So, how to discover what’s important to you and what motivates you? I’d suggest starting by asking yourself some really powerful questions to re-discover what lies at the heart of you. Here are some to get you started:

  • What subjects did I enjoy as a child?

  • What long-term projects or ideas won’t leave me alone?

  • If I had a few minutes to buy books or magazine before a long-haul flight, what titles would I buy or be drawn to?

  • What subjects do I love to talk to people about? When do I just have to jump into someone else’s conversation?

  • If money wasn’t a factor, how would I spend my time?



#2: Start Small


As the saying goes, Rome wasn’t built in a day, and similarly there are no quick fixes to overnight career change (indeed not any that are likely to be both positive and long-lasting.) However, committing to small, achievable, daily actions is a much more realistic approach to enabling change and growth in your life. Starting a small-scale project, volunteering, taking an online course or workshop, shadowing, or conducting an ‘informational interview’ (where you interview someone whose job you like the sound of to find out what it’s really like), are all great examples of small, but meaningful steps forward.


No one has ever found their true calling or passion in life simply by thinking. It is through the action we take where we learn, grow and make change. As children we learn through doing and mistakes are an integral part of that process. As adults we tend to fear failure and place expectations that are unfairly high on ourselves when we’re starting out at something. Giving yourself that space and time to learn is key and actually more likely to result in success. You will also find that trying things out in a small but consistent way will help you manage any fear of failure.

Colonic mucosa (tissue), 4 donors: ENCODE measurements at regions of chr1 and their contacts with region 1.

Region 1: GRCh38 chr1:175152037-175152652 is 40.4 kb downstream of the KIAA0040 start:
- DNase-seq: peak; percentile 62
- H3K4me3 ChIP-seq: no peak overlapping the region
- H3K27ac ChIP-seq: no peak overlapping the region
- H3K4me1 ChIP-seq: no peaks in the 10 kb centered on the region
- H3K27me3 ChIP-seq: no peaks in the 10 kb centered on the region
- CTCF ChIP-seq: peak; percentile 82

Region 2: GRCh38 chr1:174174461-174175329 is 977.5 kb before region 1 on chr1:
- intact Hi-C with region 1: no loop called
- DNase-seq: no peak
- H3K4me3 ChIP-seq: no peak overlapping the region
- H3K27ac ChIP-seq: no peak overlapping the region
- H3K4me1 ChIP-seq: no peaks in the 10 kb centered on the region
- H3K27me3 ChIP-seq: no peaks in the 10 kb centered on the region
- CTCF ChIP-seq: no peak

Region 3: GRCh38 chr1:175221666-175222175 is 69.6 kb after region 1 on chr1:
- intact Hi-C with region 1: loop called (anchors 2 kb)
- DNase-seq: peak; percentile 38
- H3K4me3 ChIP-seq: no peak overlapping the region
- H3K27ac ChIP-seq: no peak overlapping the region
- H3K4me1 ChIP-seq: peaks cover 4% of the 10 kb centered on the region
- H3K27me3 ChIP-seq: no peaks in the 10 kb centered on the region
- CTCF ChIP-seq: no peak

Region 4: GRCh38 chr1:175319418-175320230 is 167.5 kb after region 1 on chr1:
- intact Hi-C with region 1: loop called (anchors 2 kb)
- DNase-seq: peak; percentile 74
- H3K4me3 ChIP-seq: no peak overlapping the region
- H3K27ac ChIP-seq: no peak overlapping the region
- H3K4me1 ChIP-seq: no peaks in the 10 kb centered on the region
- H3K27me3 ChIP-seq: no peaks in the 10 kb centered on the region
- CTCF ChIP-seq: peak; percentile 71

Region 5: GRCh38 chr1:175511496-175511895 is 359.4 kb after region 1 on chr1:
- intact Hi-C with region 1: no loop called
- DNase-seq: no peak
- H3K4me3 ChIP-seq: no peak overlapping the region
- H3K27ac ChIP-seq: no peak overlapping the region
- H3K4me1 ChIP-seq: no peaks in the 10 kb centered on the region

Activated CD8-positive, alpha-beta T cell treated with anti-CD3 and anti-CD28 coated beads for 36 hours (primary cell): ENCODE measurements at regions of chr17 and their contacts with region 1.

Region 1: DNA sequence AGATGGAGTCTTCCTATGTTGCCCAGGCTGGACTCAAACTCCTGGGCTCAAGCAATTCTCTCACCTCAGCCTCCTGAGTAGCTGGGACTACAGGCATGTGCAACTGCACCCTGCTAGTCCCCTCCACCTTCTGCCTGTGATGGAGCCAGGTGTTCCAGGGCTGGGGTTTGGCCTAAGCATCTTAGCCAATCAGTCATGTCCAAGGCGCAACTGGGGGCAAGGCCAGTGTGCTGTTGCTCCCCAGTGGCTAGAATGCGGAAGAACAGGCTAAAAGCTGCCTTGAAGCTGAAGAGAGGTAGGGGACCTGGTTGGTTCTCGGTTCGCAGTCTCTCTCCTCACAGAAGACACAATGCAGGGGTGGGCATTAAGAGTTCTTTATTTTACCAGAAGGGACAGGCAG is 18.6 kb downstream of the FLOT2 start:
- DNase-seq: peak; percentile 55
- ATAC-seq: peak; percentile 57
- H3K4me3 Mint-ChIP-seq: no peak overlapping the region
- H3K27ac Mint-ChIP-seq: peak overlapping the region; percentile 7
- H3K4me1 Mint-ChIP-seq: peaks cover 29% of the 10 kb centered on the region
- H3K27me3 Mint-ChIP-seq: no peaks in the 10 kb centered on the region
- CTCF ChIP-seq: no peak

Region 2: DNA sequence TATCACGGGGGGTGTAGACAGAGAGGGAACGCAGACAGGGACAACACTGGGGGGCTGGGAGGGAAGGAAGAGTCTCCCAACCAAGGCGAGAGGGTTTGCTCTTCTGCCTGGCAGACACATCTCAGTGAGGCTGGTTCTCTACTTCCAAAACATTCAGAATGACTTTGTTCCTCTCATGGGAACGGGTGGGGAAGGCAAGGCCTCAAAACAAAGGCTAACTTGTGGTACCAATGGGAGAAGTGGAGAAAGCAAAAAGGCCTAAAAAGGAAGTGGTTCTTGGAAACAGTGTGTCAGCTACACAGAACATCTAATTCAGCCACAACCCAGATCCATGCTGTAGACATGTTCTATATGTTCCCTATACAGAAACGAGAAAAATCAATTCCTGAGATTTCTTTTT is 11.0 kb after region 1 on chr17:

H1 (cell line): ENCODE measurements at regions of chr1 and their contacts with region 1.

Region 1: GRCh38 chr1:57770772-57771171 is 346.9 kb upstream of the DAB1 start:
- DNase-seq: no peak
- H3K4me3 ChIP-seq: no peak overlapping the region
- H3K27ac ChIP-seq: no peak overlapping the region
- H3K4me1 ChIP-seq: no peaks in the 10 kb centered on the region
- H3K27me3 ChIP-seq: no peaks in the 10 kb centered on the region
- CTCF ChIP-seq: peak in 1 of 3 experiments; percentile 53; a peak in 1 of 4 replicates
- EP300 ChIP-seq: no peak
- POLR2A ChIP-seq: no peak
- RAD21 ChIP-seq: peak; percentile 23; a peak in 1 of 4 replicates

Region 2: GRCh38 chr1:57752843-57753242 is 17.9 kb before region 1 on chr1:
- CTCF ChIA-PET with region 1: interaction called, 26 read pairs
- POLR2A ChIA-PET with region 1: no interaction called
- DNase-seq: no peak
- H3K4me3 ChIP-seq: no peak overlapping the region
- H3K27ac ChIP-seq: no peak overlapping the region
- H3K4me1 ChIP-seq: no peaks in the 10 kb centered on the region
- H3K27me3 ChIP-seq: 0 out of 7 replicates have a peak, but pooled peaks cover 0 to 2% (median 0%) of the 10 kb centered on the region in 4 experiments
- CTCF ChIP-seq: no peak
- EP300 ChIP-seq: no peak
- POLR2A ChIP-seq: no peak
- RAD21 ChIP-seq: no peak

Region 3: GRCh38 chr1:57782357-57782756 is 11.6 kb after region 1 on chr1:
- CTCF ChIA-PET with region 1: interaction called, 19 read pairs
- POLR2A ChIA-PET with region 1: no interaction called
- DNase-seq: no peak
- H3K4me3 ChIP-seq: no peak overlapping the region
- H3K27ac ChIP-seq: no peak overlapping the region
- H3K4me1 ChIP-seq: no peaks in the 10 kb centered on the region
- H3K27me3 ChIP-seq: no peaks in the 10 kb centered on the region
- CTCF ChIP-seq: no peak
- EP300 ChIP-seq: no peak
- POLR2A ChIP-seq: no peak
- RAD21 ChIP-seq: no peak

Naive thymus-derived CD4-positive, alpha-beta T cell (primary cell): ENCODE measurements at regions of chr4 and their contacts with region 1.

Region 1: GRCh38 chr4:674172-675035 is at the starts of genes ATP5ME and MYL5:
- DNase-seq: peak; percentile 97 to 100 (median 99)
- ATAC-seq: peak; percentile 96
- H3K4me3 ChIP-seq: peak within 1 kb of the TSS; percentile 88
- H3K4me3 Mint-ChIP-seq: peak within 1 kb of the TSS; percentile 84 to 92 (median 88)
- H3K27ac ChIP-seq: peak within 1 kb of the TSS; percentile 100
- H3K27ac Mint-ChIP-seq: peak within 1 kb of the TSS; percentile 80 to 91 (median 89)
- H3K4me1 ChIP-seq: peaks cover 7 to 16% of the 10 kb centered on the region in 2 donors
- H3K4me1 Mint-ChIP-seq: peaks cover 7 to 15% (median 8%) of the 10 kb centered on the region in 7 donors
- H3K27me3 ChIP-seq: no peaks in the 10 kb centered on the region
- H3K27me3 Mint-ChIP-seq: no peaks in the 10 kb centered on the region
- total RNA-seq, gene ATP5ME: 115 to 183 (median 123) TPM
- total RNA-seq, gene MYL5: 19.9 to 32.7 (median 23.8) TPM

It is through the action we take where we learn, grow and make change.

#3: Add Value


Whatever action it is that you decide to start taking, it always helps if it’s adding value both to you and also to others. Whether it’s getting going on that small-scale project to prove that it’s financially feasible or undertaking an ‘informational interview’, if it’s adding value then it will be a worthwhile endeavour - even if it doesn’t ultimately hold the answer in itself.


Take a small-scale passion project for example: before you get going, think about how it will help others as well as focusing on your other objectives. If you decide that an ‘informational interview’ route is a good place to start, think about ways you can return favours to the people who’ve given you their time.


If you can see the value you’re adding to others in the actions you’ve taken, it’ll be hard to see anything you do as pure failure, even if it doesn’t turn out the way you would have have liked. It’s a great mindset to adopt as you try to make change and will provide you with a solid foundation for personal growth.


And finally, as you start on these three steps, be sure to check in with yourself at least once per month to measure your progress. Once you can acknowledge the learning you have gained and the value you have contributed through the small daily actions you have taken, you will gain momentum. These small steps will ultimately lead to greater, ongoing change that is likely to positively impact your career for the long-term.


If you're interested in learning more about how to make career change, please get in touch with me directly by scheduling a free consultation.